Saturday we had to get our University hats on and attend a workshop morning which flew by and before we knew it we were out exploring again. The afternoon was free time and the only downside was that the smog reading for that day was very high and we all had to purchase and wear face masks. It is hard to tell what is more claustrophobic: wearing the masks or breathing the smog. The masks make it hard to breathe freely and are very uncomfortable, they can only be worn for 15 – 20 minute bursts then taken down for 5 minutes before being put on again. One can only sympathise with those that live with this as part of their daily life – we are so fortunate in Australia; more so than we realise. We were wearing our masks while we went shopping for a basketball shirt. The night before, a group of students had gone to a Chinese League basketball game to watch the Beijing Ducks. In the rush after the game one of the girls missed out on buying a Ducks singlet and we were on a mission to get one. It was astounding that not one shop in downtown Beijing had a Beijing Ducks singlet and yet they all had numerous versions of NBA clothing and basketball merchandise. It just highlighted the Chinese fascination with Western culture.

Sunday morning we packed up, said goodbye to Beijing and boarded the bullet train to Shanghai. Security is strict everywhere — at the train terminal we once again had to produce our passports and go through the security scanners. We are used to seeing these only at airports but in China, bags are even scanned on normal subway train stations.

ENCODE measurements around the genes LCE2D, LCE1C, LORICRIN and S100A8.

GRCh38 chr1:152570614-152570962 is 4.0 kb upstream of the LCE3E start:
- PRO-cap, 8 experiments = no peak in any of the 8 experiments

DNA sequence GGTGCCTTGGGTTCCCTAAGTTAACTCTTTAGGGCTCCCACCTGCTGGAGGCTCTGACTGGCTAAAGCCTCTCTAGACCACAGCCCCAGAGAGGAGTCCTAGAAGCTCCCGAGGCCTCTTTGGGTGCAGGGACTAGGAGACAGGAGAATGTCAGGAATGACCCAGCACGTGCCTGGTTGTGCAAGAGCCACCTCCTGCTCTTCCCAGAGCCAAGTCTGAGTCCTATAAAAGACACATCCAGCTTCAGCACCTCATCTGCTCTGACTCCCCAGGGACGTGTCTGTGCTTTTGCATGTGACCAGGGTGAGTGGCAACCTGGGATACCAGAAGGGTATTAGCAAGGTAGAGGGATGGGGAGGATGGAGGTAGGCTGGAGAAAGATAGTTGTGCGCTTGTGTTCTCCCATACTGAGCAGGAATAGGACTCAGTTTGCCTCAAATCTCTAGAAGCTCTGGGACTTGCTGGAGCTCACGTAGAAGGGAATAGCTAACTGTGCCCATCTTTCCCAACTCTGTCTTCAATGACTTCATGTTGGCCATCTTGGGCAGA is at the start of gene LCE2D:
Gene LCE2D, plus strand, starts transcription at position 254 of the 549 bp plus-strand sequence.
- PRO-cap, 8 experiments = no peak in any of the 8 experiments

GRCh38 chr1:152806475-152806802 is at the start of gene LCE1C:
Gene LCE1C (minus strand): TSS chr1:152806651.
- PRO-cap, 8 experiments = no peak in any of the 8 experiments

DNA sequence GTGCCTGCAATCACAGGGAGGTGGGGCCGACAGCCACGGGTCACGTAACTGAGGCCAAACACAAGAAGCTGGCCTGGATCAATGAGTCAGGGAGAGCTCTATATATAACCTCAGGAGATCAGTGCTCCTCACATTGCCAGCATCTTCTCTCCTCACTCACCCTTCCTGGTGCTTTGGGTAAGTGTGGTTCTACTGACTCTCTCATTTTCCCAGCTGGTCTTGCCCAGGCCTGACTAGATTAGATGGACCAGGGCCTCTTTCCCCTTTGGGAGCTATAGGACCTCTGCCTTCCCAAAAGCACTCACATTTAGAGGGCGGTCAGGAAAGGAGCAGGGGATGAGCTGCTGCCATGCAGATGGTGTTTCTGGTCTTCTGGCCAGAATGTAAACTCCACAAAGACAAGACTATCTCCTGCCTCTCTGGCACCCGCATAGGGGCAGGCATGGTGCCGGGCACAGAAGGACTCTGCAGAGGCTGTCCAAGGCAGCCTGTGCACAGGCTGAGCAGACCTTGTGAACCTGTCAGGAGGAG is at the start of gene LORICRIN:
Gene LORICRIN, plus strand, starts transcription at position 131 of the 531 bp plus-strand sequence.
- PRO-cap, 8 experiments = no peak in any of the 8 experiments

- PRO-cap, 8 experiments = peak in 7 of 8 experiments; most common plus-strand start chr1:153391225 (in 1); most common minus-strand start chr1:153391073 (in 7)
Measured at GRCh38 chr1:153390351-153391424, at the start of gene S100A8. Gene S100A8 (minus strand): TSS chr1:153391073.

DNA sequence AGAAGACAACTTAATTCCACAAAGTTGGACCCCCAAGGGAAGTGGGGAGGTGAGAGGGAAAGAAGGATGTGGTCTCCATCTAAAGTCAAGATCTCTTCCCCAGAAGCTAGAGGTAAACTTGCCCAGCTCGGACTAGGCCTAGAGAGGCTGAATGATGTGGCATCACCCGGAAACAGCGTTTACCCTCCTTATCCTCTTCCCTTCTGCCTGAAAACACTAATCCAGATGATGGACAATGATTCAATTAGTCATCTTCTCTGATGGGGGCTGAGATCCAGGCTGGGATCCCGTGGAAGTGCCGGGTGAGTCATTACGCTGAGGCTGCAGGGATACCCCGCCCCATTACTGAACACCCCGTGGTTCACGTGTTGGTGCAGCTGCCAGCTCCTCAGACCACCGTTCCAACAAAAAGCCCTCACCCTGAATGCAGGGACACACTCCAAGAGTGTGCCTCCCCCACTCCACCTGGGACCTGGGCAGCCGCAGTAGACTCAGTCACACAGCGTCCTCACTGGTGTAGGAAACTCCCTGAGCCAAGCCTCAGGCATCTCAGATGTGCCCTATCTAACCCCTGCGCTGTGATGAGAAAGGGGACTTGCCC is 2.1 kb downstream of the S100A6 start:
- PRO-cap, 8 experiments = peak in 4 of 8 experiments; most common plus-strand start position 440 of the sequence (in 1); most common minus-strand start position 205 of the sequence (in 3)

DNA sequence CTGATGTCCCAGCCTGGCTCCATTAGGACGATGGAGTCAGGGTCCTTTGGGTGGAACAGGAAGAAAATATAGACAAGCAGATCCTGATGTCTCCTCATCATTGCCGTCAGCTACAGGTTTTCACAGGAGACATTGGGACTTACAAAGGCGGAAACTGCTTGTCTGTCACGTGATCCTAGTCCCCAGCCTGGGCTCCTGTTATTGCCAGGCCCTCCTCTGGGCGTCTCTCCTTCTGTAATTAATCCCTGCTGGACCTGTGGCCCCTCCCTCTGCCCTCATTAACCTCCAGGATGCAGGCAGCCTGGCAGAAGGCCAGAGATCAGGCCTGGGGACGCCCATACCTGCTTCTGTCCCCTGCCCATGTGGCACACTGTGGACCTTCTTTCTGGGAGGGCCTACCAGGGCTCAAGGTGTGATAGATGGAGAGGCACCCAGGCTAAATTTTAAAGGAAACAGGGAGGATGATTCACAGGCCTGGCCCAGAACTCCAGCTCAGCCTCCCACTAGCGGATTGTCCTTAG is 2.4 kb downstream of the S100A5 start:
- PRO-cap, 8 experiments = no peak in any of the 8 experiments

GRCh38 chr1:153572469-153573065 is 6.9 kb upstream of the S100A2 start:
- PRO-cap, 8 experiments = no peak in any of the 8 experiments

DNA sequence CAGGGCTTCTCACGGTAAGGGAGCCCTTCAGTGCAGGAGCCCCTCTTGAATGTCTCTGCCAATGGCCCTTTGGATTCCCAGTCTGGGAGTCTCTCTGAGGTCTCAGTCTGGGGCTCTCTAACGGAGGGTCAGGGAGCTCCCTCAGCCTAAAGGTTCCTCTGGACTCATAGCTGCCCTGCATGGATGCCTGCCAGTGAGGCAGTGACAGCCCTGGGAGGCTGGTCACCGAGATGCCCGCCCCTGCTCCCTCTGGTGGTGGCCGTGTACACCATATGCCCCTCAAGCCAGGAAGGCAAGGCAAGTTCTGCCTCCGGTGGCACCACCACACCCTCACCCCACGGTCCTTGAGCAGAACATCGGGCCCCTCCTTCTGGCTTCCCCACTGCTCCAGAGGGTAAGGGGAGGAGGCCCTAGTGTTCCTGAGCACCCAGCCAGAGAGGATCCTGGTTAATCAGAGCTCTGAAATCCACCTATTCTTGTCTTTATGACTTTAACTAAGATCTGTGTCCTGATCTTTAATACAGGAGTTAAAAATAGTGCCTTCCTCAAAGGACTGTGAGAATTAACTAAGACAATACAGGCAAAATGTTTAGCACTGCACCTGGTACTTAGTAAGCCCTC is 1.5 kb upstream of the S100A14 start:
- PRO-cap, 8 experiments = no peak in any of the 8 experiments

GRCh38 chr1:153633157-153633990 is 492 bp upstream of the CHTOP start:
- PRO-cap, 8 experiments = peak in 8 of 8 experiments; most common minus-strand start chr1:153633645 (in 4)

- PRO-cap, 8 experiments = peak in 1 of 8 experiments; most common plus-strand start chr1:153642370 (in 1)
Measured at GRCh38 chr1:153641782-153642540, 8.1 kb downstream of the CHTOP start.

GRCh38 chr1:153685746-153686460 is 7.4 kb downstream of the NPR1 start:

The bullet network is the most efficient way of traversing China and it only took 5 hours to reach Shanghai. The train is very comfortable and you would think it was no different to your normal commute to work if it were not for the red numbers that keep appearing overhead showing the speed you are travelling – they varied from 280 up to 312 km an hour. We arrived safely and were taken to the top restaurant in Shanghai for a traditional Chinese hotpot dinner. The service was excellent as was the company and the food. We then got back on our bus and set off to our new hotel where we crashed into bed.

Article written by Jan Farrell

Blog post (3) by Pauline Csuba

Day two and a visit to the Forbidden City with a two hour tour walking from one end to another. My feet are sore but this was an incredible and inspiring trek. Our tour guide Zoe told us we would not get to visit inside and see the tomb of Mao. I was disappointed I did not get to see Mao in his crystal coffin. You are unable to take anything into the building. Only exception is self and passport, no cameras no handbags etc. Tienanmen Square is larger than I expected. Plenty of walking means we are getting more than our daily need of exercise. This walk included many stairs. The ice meant careful maneuvering of feet as you stepped and side stepped to keep upright.

Image owned by author: Loashe Teahouse
Image owned by author: Loashe Teahouse

A welcome lunch at the Laoshe Teahouse and puppet show was next on the agenda. This was so wonderful. A beautiful show with a crane and tortoise. The food was an amazing banquet that just kept coming and our table devoured everything. I particularly enjoyed the tofu filled with shrimp but the most popular dish was the duck rolled in pancakes.